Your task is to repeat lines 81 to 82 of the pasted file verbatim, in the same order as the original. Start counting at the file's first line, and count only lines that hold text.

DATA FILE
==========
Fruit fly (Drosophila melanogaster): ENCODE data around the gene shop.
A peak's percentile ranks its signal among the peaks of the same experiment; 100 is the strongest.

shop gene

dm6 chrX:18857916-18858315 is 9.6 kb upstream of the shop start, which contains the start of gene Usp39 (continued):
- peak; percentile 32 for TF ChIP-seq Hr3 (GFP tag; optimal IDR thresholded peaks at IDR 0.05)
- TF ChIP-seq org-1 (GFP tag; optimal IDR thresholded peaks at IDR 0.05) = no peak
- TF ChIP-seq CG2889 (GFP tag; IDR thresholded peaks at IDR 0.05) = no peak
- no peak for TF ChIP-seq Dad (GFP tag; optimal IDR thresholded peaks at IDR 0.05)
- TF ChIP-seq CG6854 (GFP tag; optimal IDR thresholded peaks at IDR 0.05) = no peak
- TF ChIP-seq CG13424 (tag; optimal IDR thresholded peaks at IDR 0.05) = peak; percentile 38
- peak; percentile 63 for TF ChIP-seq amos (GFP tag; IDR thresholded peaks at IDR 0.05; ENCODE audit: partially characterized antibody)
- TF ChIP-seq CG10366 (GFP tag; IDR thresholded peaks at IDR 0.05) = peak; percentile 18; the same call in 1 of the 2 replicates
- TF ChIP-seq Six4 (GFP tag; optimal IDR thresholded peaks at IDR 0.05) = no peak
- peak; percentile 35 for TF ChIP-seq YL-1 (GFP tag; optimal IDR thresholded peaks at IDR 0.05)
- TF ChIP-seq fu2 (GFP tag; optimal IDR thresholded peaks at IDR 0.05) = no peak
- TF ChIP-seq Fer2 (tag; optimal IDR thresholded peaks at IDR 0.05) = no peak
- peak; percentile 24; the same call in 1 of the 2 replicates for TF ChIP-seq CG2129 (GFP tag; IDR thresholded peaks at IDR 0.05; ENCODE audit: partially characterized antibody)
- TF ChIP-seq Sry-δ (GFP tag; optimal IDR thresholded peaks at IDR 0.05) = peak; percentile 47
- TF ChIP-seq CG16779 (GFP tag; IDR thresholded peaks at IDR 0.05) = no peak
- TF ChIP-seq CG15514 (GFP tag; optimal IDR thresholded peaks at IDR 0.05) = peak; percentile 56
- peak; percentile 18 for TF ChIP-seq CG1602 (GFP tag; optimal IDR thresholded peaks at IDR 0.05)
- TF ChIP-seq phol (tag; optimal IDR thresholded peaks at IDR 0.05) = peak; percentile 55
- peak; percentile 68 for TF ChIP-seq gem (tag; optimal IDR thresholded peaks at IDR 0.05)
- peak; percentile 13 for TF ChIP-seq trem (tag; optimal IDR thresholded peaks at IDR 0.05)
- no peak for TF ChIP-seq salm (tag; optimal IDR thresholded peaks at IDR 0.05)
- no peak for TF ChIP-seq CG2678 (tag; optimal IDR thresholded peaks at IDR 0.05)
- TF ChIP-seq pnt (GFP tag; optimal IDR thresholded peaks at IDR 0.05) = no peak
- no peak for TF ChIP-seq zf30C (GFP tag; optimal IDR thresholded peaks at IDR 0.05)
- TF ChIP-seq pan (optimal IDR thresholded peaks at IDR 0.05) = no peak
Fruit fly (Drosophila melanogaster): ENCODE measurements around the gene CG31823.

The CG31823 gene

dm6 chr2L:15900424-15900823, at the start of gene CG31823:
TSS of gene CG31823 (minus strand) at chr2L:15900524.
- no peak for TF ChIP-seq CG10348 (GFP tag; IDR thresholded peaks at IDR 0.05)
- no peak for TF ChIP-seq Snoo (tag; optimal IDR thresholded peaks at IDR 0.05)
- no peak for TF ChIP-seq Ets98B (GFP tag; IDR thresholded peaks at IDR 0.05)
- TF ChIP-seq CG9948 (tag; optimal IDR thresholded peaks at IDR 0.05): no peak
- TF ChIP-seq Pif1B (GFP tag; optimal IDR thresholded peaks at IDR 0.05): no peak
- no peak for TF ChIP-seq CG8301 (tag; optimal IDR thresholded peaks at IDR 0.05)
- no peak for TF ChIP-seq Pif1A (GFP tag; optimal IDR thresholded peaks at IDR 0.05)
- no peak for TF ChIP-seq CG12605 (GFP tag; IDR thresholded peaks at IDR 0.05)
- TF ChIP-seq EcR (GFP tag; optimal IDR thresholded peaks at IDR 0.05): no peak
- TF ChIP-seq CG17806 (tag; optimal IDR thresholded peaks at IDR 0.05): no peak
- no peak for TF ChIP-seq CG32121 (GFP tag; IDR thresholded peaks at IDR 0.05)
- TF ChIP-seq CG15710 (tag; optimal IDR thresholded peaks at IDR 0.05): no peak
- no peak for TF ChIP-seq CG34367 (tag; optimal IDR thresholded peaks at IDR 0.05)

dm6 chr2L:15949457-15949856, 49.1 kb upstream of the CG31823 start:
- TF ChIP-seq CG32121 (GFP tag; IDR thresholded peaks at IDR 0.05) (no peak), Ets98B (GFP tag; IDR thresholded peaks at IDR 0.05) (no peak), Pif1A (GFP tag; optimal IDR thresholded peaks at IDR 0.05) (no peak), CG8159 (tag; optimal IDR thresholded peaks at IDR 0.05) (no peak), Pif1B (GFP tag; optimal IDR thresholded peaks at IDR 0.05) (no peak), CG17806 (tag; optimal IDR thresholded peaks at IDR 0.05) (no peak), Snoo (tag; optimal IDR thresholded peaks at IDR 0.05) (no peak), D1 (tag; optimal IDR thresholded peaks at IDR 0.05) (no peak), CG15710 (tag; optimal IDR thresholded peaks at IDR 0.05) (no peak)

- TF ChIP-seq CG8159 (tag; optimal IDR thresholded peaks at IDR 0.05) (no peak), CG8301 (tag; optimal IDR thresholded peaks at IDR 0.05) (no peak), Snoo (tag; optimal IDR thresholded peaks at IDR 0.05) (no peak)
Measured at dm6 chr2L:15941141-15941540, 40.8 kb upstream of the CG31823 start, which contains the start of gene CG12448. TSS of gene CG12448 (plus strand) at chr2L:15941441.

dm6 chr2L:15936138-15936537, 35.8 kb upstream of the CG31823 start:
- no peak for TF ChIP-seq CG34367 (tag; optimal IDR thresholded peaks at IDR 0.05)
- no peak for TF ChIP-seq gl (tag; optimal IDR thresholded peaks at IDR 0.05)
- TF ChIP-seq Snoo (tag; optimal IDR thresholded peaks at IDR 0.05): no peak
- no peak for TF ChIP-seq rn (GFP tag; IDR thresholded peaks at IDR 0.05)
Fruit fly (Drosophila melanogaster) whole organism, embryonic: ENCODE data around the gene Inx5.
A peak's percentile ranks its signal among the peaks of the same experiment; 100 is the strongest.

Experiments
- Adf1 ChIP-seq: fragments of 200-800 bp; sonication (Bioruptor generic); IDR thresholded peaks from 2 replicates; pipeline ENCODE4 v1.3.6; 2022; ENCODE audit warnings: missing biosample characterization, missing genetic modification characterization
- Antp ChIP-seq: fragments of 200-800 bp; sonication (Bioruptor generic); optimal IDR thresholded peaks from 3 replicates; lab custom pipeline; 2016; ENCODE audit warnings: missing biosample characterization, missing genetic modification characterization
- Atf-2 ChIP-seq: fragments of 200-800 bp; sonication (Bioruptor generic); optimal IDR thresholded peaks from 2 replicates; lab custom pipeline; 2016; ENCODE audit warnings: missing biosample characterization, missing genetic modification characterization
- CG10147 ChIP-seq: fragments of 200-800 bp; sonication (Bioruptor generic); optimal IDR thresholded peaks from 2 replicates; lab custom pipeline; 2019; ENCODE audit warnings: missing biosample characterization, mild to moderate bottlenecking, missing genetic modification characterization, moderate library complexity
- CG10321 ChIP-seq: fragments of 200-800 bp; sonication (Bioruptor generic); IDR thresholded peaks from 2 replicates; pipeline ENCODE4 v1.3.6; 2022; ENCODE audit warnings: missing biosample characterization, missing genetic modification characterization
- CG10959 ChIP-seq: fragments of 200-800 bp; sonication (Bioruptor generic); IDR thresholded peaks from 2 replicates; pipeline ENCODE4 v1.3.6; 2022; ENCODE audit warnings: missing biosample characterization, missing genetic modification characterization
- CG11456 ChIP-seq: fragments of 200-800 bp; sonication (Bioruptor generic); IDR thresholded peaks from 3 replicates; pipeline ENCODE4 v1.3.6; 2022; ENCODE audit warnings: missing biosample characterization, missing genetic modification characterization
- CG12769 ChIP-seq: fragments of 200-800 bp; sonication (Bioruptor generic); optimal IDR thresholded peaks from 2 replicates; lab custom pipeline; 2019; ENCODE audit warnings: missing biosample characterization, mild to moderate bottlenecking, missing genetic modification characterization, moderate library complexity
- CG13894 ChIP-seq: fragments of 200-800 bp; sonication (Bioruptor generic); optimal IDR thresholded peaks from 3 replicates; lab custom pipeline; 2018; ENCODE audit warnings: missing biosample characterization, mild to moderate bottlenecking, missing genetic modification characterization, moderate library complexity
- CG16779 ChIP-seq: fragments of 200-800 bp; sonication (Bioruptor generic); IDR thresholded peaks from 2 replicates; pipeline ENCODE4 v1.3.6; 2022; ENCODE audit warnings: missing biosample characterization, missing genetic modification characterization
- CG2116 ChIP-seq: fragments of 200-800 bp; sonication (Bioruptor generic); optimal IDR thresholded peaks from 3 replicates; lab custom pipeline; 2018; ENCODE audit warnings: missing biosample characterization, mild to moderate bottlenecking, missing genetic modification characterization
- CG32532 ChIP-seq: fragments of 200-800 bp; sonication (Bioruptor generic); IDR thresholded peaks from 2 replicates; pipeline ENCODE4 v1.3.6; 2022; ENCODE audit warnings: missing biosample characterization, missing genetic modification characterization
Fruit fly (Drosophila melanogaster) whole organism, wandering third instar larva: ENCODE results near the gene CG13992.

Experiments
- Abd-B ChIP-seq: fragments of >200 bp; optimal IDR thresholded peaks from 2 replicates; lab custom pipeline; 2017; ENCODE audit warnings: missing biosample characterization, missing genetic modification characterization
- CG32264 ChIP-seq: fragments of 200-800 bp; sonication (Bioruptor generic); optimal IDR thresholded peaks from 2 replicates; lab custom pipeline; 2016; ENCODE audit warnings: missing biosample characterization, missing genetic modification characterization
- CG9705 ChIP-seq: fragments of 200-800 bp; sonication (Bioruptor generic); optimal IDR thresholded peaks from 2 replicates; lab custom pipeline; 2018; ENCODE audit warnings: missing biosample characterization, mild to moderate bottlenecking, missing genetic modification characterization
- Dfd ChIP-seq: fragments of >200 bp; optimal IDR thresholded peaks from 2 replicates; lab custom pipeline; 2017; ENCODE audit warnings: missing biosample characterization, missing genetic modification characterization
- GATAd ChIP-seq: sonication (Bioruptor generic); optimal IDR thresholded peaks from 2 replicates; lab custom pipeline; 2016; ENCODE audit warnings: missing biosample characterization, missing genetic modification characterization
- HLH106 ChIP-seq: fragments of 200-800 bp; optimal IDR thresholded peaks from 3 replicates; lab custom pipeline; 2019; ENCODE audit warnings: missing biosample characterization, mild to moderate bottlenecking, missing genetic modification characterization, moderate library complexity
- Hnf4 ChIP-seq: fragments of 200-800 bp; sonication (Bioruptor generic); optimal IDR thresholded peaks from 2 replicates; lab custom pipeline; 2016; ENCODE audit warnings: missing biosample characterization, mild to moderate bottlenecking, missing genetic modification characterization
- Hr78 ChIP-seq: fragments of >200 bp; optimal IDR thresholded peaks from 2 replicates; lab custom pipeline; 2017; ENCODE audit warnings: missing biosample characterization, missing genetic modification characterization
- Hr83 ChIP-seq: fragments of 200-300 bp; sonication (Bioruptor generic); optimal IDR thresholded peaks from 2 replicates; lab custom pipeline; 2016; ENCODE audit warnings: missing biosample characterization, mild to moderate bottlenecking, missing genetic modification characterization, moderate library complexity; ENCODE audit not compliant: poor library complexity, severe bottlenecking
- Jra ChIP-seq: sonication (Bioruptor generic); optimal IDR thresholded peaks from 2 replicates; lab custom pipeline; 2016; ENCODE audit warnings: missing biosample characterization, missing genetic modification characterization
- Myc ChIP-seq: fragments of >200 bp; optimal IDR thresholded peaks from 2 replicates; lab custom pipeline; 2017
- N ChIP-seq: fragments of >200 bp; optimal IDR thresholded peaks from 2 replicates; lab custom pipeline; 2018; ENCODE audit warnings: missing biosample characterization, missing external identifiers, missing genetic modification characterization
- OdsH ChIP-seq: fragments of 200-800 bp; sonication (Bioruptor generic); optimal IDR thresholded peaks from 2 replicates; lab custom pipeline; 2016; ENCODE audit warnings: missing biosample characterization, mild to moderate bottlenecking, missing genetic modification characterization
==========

- Hr83 ChIP-seq: fragments of 200-300 bp; sonication (Bioruptor generic); optimal IDR thresholded peaks from 2 replicates; lab custom pipeline; 2016; ENCODE audit warnings: missing biosample characterization, mild to moderate bottlenecking, missing genetic modification characterization, moderate library complexity; ENCODE audit not compliant: poor library complexity, severe bottlenecking
- Jra ChIP-seq: sonication (Bioruptor generic); optimal IDR thresholded peaks from 2 replicates; lab custom pipeline; 2016; ENCODE audit warnings: missing biosample characterization, missing genetic modification characterization